The SEBI Act of 1992 entrusts the regulatory body with several powers to effectively perform vital functions in the Indian Capital Market. With this, the functions of SEBI meet the needs of investors and traders, as well as financial mediators, and Issuers of security.

SEBI in 2017, compiled a handbook of statistics on the Indian security market. The handbook contains a comprehensive outlook into the Indian security market and trends for both old and new investors.

This is one of the many financial activities carried out by the organization.

Some functions of SEBI are to:
  • Check and flag down price manipulation.
  • Flag fraudulent activities and prohibit unfair trades within the securities market.
  • Provide compulsory basic education and diverse ideas for investors to educate them on ways to make better investment options.
  • Promotes training for investor-intermediaries like stock brokers and securities markets.
  • Act as a platform for stockbrokers, bankers, investors, transfer agents and other portfolio managers.
  • Protect the interest of Indian investors in the market.
  • Oversee and regulate all business/trade operations on the security market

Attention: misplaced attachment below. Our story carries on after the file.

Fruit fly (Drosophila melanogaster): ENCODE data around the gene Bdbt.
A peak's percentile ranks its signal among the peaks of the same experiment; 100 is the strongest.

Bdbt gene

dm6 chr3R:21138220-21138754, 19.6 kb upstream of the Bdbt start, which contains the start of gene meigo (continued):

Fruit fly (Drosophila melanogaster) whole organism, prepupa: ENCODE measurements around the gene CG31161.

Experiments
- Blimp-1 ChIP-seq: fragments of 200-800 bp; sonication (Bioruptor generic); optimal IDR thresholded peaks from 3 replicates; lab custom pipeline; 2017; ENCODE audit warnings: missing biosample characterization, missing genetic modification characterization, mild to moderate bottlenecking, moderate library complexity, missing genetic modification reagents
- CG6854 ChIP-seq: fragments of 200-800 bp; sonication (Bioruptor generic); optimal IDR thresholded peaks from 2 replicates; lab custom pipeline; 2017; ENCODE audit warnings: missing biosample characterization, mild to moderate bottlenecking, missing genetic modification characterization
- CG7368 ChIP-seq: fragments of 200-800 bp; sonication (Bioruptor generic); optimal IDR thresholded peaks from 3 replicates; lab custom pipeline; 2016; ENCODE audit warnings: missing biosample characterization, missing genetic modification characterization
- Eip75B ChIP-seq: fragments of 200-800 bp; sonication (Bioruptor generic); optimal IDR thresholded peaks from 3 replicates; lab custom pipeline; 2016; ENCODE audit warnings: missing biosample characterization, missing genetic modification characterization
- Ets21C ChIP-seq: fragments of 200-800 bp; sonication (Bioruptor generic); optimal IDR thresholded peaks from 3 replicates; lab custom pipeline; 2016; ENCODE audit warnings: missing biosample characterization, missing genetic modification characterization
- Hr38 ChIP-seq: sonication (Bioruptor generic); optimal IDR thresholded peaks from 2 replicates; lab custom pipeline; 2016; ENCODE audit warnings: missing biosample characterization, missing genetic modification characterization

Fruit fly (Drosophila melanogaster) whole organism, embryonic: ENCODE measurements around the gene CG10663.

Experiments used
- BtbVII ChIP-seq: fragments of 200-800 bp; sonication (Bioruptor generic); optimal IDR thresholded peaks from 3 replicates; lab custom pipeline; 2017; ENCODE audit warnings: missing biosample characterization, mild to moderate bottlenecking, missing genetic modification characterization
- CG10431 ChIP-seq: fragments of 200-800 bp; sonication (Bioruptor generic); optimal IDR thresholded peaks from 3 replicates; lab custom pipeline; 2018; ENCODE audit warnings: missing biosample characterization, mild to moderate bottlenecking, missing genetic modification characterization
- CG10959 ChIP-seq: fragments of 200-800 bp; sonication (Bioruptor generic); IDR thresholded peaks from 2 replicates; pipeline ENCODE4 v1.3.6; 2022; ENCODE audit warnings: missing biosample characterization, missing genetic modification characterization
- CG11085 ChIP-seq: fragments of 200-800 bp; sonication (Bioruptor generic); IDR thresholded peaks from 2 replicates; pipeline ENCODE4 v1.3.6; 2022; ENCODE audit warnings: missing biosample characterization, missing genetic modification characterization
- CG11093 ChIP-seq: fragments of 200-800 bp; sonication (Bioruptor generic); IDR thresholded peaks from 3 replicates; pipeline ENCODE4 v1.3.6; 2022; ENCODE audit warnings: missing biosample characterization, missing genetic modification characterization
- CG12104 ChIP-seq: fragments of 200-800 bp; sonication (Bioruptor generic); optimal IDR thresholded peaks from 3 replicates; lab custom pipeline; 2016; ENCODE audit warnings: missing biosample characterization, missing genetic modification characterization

• To monitor stocks acquisition.
  • To effectively monitor the securities market through updated research tactics.
  • Provides venture capital funds, collective investment funds and mutual funds.

Powers involved


The government of India has vested SEBI with some powers, for the efficient discharge of its functions.
Some of these powers are:
  1. To endorse by-laws of security exchanges
  2. To compel defaulting companies to list their shares in different security exchanges
  3. To inspect and audit the account records of recognized security exchanges and call for periodical returns
  4. To approve and inspect account records of financial intermediaries
  5. To register brokers and sub-brokers
  6. Abilities to compel security exchangers to amend their by-laws.

The powers of SEBI were further divided into three main sub-sections namely:
  1. The Quasi-legislative;
  2. The Quasi-judicial;
  3. The Quasi-Executive.

These powers list SEBI's regulations in its legislative capacity, enforce actions in the executive branch by conducting thorough investigation and then pass these laws from its judicial sector.
Each of these power functions are better explained below:

The Quasi-Judicial powers:


Subsequently, the Quasi-Judicial power operates to create transparency and a fair system of trade and operations on the securities market. It also has the power to pronounce judgment in cases of fraud and other unethical activities on the market.

The Quasi-Legislative powers:


This body provides the rules and regulations that guide the security market against malpractices and unfair trades. Such rules have been made to protect the best interest of the investors and other intermediaries. These drafted rules may include the listed obligations and trading regulations as well as some important requirements of investors, managers, e.tc in the securities market.